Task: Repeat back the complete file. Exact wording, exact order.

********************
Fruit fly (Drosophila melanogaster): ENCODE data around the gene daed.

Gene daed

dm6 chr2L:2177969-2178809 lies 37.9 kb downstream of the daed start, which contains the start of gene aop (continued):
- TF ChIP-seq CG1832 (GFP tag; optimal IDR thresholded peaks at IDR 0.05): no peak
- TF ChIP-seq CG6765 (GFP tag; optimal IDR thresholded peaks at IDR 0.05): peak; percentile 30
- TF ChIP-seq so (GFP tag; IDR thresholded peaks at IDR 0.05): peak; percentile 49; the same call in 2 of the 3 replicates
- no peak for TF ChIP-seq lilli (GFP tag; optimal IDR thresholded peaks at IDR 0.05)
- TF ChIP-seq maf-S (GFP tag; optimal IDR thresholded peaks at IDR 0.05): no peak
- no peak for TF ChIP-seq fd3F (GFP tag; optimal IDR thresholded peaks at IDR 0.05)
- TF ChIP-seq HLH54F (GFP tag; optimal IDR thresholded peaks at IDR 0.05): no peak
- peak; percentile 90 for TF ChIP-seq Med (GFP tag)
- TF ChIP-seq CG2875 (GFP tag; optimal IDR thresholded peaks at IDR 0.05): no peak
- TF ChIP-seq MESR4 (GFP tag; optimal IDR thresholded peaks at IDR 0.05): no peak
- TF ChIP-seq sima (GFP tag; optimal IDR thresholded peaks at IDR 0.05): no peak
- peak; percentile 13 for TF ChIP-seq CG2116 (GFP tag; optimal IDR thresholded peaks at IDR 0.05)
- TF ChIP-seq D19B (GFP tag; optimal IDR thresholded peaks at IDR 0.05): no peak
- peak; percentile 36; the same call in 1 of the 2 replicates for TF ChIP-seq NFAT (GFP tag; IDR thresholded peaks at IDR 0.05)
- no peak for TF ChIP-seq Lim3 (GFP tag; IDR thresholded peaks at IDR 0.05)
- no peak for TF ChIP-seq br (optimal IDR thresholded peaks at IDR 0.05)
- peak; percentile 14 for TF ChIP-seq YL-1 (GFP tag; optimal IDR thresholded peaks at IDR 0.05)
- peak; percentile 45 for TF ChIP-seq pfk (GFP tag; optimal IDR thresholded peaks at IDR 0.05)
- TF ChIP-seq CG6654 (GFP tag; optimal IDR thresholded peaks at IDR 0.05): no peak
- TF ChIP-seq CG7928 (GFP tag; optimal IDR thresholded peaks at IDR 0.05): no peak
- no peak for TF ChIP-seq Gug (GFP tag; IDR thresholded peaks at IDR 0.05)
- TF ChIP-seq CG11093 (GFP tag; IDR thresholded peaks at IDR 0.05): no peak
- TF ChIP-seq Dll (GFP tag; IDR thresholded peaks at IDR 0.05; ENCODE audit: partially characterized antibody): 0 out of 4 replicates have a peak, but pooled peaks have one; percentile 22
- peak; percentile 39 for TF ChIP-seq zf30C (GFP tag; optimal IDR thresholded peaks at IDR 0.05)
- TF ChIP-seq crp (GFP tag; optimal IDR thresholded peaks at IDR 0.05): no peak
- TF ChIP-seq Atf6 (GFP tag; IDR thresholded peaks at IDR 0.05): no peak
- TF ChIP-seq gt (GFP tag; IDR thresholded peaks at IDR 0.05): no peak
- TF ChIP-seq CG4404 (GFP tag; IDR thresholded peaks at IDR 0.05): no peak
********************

Fruit fly (Drosophila melanogaster): ENCODE data around the gene daed.

Gene daed

dm6 chr2L:2177969-2178809 lies 37.9 kb downstream of the daed start, which contains the start of gene aop (continued):
- TF ChIP-seq CG1832 (GFP tag; optimal IDR thresholded peaks at IDR 0.05): no peak
- TF ChIP-seq CG6765 (GFP tag; optimal IDR thresholded peaks at IDR 0.05): peak; percentile 30
- TF ChIP-seq so (GFP tag; IDR thresholded peaks at IDR 0.05): peak; percentile 49; the same call in 2 of the 3 replicates
- no peak for TF ChIP-seq lilli (GFP tag; optimal IDR thresholded peaks at IDR 0.05)
- TF ChIP-seq maf-S (GFP tag; optimal IDR thresholded peaks at IDR 0.05): no peak
- no peak for TF ChIP-seq fd3F (GFP tag; optimal IDR thresholded peaks at IDR 0.05)
- TF ChIP-seq HLH54F (GFP tag; optimal IDR thresholded peaks at IDR 0.05): no peak
- peak; percentile 90 for TF ChIP-seq Med (GFP tag)
- TF ChIP-seq CG2875 (GFP tag; optimal IDR thresholded peaks at IDR 0.05): no peak
- TF ChIP-seq MESR4 (GFP tag; optimal IDR thresholded peaks at IDR 0.05): no peak
- TF ChIP-seq sima (GFP tag; optimal IDR thresholded peaks at IDR 0.05): no peak
- peak; percentile 13 for TF ChIP-seq CG2116 (GFP tag; optimal IDR thresholded peaks at IDR 0.05)
- TF ChIP-seq D19B (GFP tag; optimal IDR thresholded peaks at IDR 0.05): no peak
- peak; percentile 36; the same call in 1 of the 2 replicates for TF ChIP-seq NFAT (GFP tag; IDR thresholded peaks at IDR 0.05)
- no peak for TF ChIP-seq Lim3 (GFP tag; IDR thresholded peaks at IDR 0.05)
- no peak for TF ChIP-seq br (optimal IDR thresholded peaks at IDR 0.05)
- peak; percentile 14 for TF ChIP-seq YL-1 (GFP tag; optimal IDR thresholded peaks at IDR 0.05)
- peak; percentile 45 for TF ChIP-seq pfk (GFP tag; optimal IDR thresholded peaks at IDR 0.05)
- TF ChIP-seq CG6654 (GFP tag; optimal IDR thresholded peaks at IDR 0.05): no peak
- TF ChIP-seq CG7928 (GFP tag; optimal IDR thresholded peaks at IDR 0.05): no peak
- no peak for TF ChIP-seq Gug (GFP tag; IDR thresholded peaks at IDR 0.05)
- TF ChIP-seq CG11093 (GFP tag; IDR thresholded peaks at IDR 0.05): no peak
- TF ChIP-seq Dll (GFP tag; IDR thresholded peaks at IDR 0.05; ENCODE audit: partially characterized antibody): 0 out of 4 replicates have a peak, but pooled peaks have one; percentile 22
- peak; percentile 39 for TF ChIP-seq zf30C (GFP tag; optimal IDR thresholded peaks at IDR 0.05)
- TF ChIP-seq crp (GFP tag; optimal IDR thresholded peaks at IDR 0.05): no peak
- TF ChIP-seq Atf6 (GFP tag; IDR thresholded peaks at IDR 0.05): no peak
- TF ChIP-seq gt (GFP tag; IDR thresholded peaks at IDR 0.05): no peak
- TF ChIP-seq CG4404 (GFP tag; IDR thresholded peaks at IDR 0.05): no peak